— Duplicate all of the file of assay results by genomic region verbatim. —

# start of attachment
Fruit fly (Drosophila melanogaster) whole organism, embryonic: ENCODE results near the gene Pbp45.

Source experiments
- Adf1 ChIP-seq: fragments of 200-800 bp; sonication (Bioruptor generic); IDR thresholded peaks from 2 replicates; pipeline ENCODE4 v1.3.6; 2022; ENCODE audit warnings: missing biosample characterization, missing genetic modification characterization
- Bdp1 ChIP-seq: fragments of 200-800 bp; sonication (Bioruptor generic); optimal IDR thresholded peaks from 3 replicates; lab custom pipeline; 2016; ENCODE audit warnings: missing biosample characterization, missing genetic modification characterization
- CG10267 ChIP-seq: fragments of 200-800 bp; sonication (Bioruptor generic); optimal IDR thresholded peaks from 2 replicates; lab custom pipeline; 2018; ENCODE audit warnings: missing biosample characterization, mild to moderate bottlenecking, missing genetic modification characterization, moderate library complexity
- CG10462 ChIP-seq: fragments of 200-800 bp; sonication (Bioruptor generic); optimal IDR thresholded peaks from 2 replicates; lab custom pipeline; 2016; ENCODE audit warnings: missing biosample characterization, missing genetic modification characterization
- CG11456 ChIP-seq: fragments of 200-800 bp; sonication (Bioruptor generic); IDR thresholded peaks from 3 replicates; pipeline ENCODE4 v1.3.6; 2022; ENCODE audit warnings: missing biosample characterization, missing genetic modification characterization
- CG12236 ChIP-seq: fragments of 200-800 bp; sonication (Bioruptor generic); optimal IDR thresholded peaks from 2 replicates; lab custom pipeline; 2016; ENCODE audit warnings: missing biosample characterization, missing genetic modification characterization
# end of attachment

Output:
Fruit fly (Drosophila melanogaster) whole organism, embryonic: ENCODE results near the gene Pbp45.

Source experiments
- Adf1 ChIP-seq: fragments of 200-800 bp; sonication (Bioruptor generic); IDR thresholded peaks from 2 replicates; pipeline ENCODE4 v1.3.6; 2022; ENCODE audit warnings: missing biosample characterization, missing genetic modification characterization
- Bdp1 ChIP-seq: fragments of 200-800 bp; sonication (Bioruptor generic); optimal IDR thresholded peaks from 3 replicates; lab custom pipeline; 2016; ENCODE audit warnings: missing biosample characterization, missing genetic modification characterization
- CG10267 ChIP-seq: fragments of 200-800 bp; sonication (Bioruptor generic); optimal IDR thresholded peaks from 2 replicates; lab custom pipeline; 2018; ENCODE audit warnings: missing biosample characterization, mild to moderate bottlenecking, missing genetic modification characterization, moderate library complexity
- CG10462 ChIP-seq: fragments of 200-800 bp; sonication (Bioruptor generic); optimal IDR thresholded peaks from 2 replicates; lab custom pipeline; 2016; ENCODE audit warnings: missing biosample characterization, missing genetic modification characterization
- CG11456 ChIP-seq: fragments of 200-800 bp; sonication (Bioruptor generic); IDR thresholded peaks from 3 replicates; pipeline ENCODE4 v1.3.6; 2022; ENCODE audit warnings: missing biosample characterization, missing genetic modification characterization
- CG12236 ChIP-seq: fragments of 200-800 bp; sonication (Bioruptor generic); optimal IDR thresholded peaks from 2 replicates; lab custom pipeline; 2016; ENCODE audit warnings: missing biosample characterization, missing genetic modification characterization